Friday, 20 April 2018 05:10

Google removes feature that helps avoid Net censorship Featured

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Google has thrown a spanner into the works of developers who have been using domain-fronting in the Google App Engine to avoid Internet censorship by using Google's network.

The company recently made a change in its network architecture and now the workaround is not possible, a report in The Verge said.

The change was spotted first by developers at the Tor Project which develops the Tor browser that is used to browse the dark Web.

In an advisory, they said: "On or about 2018-04-13 16:00:00 UTC, domain-fronted requests for *.appspot.com stopped working. It appears to affect fronting to all appspot.com domains, not only ours."

Also affected by the Google decision to remove the ability to use domain-fronting are the privacy-focused messaging app Signal, GreatFire.org and Psiphon's VPN services, all of which help users to avoid censorship by nation states.

In a statement on 21 December 2016, Signal detailed how it had used Google's support for domain-fronting to get around censorship in the United Arab Emirates and Egypt. iTWire contacted Signal to ask what it would do now, but the company is yet to respond.

Wikipedia explains domain-fronting thus: "(It) is a technique that circumvents Internet censorship by hiding the true endpoint of a connection. Working in the application layer, domain-fronting allows a user to connect to a blocked service over HTTPS, while appearing to communicate with an entirely different site.

"The technique works by using different domain names at different layers of communication. The domain name of an innocuous site is used to initialise the connection. This domain name is exposed to the censor in clear-text as part of the DNS request and the TLS Server Name Indication. The domain name of the actual, blocked endpoint is only communicated after the establishment of an encrypted HTTPS connection, in the HTTP Host header, making it invisible to censors. This can be done if the blocked and the innocuous sites are both hosted by the same large provider, such as Google App Engine.

"For any given domain name, censors are typically unable to differentiate circumvention traffic from legitimate traffic. As such, they are forced to either allow all traffic to the domain name, including circumvention traffic, or block the domain name entirely, which may result in expensive collateral damage."

Asked why the company had made this change, a Google spokesperson told iTWire: “Domain-fronting has never been a supported feature at Google, but until recently it worked because of a quirk of our software stack.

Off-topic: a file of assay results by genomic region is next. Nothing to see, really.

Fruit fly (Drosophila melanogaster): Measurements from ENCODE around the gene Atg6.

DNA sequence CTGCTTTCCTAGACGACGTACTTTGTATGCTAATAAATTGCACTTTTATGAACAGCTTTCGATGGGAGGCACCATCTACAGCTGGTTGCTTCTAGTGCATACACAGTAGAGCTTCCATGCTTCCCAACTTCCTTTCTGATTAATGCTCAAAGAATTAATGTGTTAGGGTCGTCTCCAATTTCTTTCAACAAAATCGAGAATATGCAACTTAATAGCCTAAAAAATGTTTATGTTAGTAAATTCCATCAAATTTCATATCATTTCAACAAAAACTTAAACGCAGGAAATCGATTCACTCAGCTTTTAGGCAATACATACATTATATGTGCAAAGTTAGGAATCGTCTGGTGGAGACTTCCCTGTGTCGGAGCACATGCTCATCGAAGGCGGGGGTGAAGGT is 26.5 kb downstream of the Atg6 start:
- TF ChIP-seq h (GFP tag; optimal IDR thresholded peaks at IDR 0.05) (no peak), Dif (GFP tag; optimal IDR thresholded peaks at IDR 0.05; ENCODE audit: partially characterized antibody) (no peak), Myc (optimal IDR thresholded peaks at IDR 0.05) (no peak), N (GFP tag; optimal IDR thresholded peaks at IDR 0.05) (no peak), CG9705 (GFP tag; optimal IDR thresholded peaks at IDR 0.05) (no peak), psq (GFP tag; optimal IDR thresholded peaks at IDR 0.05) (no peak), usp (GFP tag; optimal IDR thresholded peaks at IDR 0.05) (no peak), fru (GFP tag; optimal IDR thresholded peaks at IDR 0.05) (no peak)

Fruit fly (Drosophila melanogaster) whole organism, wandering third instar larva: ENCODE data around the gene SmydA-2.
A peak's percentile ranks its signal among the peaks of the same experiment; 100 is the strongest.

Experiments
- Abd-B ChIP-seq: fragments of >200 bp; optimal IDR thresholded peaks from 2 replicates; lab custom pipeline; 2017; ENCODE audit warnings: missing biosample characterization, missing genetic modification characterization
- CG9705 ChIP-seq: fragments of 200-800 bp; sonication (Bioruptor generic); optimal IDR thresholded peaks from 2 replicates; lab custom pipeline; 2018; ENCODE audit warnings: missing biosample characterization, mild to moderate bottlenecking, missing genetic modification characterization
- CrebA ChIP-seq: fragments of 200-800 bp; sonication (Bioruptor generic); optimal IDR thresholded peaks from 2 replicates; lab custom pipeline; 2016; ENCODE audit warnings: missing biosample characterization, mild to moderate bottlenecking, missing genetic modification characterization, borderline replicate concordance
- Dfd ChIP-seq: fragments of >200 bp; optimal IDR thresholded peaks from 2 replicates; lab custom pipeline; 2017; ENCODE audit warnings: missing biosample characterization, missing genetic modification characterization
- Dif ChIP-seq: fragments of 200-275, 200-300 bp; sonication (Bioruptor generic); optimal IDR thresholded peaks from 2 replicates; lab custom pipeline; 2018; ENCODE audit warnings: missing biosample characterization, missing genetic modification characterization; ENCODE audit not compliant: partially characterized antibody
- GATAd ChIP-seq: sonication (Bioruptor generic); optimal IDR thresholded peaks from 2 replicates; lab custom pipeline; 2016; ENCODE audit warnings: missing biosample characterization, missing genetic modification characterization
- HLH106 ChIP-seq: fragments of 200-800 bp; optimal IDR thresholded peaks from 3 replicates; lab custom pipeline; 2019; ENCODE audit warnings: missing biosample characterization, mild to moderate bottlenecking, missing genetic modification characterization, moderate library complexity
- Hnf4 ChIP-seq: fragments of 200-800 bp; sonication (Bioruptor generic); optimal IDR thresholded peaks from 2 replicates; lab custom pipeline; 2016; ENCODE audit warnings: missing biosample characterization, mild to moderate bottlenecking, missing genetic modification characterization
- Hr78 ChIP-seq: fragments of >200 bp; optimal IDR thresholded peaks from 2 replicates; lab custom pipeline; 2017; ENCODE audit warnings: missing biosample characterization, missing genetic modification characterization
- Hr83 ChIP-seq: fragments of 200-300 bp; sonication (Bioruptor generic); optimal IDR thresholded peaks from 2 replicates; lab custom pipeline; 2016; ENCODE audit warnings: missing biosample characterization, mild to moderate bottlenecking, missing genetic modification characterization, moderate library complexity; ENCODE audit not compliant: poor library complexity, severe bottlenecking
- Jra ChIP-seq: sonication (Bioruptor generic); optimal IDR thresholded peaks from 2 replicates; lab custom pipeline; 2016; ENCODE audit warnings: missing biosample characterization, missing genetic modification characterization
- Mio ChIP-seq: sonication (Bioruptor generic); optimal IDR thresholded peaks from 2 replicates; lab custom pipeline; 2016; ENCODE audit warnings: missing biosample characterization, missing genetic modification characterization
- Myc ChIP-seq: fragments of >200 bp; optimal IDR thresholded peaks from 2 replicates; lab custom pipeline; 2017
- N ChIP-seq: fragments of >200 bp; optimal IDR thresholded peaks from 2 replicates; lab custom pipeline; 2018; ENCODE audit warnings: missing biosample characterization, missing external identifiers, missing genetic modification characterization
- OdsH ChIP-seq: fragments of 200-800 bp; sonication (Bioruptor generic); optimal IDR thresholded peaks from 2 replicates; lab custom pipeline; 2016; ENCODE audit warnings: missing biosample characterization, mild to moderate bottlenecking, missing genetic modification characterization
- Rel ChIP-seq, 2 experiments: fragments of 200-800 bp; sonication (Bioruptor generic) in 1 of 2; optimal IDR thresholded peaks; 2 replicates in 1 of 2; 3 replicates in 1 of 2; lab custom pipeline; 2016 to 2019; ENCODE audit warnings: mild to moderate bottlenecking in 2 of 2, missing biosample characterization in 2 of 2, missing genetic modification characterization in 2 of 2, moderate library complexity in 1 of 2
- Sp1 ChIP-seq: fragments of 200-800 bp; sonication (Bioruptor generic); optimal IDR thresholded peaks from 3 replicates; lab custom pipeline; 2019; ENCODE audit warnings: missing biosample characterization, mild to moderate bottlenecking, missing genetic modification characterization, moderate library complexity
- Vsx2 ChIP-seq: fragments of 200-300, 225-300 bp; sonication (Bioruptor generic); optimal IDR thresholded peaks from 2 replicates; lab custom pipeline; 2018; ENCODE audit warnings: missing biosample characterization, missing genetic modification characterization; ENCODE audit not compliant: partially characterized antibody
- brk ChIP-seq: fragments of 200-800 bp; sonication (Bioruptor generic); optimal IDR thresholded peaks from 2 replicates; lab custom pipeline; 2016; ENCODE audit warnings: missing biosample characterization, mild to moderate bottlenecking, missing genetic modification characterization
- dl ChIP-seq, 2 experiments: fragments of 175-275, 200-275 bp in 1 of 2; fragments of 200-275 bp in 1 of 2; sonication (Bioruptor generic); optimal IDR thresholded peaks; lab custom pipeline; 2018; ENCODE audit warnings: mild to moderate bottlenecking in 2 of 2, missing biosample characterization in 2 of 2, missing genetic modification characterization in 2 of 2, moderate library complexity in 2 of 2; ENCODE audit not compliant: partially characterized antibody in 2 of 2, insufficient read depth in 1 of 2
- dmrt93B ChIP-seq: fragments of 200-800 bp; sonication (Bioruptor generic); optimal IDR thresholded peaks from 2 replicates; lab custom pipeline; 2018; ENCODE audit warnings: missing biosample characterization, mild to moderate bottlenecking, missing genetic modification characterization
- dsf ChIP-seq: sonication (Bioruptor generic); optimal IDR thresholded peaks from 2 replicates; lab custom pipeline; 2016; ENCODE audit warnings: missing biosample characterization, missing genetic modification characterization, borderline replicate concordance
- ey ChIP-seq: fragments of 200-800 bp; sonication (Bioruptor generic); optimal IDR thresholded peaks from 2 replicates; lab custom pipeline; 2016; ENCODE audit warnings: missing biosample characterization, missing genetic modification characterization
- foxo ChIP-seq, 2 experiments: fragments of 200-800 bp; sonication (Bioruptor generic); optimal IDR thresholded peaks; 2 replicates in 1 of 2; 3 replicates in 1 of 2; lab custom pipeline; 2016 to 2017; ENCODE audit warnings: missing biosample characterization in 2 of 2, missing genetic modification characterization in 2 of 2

"We're constantly evolving our network, and as part of a planned software update, domain fronting no longer works. We don't have any plans to offer it as a feature.”

According to Google, domain-fronting had never been a supported feature but essentially a workaround. The company claimed that the network change that had been made recently had been planned for about a year

iTWire also asked Google whether this change had anything to do with what appears to be a change in policy at the company that moves away from its initial motto of "Don't be Evil".

Recently, workers at the search giant submitted a letter to senior management to protest against a decision to provide technology to a US Defence Department programme that uses artificial intelligence to interpret video images and assist in targeting enemies in drone strikes.

Google announced recently that it would be providing help to Project Maven, a joint effort with the Pentagon, which uses video imagery in counter-insurgency and counter-terrorism missions. The project aims to develop artificial intelligence to analyse drone footage and identify objects within it

The company denied this was the case, saying that the removal of the domain-fronting feature had nothing to do with Project Maven.

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Sam Varghese

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Sam Varghese has been writing for iTWire since 2006, a year after the site came into existence. For nearly a decade thereafter, he wrote mostly about free and open source software, based on his own use of this genre of software. Since May 2016, he has been writing across many areas of technology. He has been a journalist for nearly 40 years in India (Indian Express and Deccan Herald), the UAE (Khaleej Times) and Australia (Daily Commercial News (now defunct) and The Age). His personal blog is titled Irregular Expression.

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